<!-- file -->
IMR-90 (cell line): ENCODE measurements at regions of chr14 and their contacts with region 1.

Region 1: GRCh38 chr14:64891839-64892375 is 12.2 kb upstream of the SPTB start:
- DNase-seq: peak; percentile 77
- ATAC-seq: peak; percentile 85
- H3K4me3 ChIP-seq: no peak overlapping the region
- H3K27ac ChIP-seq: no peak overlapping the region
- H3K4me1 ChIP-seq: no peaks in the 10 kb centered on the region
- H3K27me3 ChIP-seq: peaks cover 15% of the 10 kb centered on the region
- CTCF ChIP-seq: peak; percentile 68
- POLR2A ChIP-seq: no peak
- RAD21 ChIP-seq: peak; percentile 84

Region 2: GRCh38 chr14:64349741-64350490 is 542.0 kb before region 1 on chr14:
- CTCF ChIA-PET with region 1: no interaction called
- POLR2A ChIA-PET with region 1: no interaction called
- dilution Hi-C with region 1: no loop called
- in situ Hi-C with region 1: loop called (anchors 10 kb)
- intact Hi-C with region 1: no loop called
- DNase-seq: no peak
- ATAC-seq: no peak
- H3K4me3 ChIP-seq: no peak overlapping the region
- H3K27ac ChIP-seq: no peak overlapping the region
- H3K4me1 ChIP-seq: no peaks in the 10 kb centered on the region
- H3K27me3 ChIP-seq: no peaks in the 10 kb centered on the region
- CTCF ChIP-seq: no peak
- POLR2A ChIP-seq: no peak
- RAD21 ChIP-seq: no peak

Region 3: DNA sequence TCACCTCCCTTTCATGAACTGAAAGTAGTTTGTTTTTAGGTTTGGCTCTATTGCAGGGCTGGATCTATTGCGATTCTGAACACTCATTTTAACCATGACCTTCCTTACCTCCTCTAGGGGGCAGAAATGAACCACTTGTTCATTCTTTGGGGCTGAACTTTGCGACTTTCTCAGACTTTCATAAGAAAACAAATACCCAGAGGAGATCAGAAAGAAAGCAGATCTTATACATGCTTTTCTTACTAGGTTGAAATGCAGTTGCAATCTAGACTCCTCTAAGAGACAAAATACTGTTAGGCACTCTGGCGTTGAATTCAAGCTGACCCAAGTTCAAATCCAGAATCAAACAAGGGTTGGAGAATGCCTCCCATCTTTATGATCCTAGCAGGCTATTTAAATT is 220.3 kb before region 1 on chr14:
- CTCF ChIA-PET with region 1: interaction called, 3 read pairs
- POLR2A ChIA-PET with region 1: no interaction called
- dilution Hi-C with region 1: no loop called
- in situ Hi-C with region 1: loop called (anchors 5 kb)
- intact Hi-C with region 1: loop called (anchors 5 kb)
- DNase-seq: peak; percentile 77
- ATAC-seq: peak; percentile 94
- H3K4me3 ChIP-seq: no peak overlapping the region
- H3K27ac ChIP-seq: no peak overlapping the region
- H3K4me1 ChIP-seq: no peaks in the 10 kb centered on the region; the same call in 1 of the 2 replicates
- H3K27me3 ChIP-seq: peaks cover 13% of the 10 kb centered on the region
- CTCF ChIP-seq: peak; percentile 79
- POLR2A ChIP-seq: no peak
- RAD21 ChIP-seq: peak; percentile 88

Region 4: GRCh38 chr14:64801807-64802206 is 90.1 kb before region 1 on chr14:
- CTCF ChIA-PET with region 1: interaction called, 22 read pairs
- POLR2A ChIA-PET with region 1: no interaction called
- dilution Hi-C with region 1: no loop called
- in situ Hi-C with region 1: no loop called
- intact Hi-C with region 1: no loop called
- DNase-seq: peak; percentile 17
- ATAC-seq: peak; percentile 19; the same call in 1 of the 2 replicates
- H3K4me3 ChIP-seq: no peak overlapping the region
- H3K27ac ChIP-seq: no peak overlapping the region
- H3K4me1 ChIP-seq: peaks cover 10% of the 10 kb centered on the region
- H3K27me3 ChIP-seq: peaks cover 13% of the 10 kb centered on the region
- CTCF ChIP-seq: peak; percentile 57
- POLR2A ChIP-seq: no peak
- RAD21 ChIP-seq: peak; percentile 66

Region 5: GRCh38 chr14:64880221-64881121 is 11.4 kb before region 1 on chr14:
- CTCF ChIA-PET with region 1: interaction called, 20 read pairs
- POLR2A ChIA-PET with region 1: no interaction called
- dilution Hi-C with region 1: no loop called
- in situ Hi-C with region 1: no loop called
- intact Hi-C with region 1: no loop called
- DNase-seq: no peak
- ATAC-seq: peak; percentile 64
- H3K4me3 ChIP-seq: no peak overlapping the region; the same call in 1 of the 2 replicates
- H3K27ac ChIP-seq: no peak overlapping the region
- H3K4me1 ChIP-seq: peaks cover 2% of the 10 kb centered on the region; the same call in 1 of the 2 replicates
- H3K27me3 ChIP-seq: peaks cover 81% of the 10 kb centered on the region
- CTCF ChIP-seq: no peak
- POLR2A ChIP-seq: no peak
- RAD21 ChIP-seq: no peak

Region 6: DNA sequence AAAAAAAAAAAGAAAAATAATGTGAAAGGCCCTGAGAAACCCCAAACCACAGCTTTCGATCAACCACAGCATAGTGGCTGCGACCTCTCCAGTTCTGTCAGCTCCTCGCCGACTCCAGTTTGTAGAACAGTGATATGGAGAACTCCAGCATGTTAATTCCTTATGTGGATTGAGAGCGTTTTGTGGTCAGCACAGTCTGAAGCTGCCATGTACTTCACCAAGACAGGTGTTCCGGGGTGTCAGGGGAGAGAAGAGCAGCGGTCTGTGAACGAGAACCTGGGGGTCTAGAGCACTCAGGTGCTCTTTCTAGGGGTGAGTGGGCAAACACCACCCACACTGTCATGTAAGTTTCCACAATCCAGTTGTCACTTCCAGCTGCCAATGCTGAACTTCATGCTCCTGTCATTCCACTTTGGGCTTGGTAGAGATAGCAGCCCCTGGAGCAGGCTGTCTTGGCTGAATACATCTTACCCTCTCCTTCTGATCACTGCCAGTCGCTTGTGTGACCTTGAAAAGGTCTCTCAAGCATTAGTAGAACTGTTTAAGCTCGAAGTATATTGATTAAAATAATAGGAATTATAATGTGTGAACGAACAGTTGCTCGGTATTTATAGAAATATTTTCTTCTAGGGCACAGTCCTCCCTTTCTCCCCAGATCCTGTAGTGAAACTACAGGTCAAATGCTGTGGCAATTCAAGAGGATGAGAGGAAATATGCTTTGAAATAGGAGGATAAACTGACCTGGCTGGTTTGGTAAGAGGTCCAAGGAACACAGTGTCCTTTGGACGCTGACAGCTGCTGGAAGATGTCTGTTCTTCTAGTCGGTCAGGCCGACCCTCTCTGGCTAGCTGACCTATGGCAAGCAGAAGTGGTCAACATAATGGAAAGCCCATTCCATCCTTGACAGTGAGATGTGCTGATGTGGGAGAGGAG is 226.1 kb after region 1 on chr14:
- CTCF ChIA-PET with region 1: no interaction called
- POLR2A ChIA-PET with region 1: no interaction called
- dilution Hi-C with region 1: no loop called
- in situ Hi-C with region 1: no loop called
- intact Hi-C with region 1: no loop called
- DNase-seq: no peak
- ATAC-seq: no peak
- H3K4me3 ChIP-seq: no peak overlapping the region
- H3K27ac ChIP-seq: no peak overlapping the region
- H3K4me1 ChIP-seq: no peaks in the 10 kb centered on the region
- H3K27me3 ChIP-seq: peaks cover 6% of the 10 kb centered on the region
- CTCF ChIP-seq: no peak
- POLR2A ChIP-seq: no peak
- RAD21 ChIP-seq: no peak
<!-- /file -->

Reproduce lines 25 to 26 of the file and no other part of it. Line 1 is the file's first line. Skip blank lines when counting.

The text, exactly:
- POLR2A ChIP-seq: no peak
- RAD21 ChIP-seq: no peak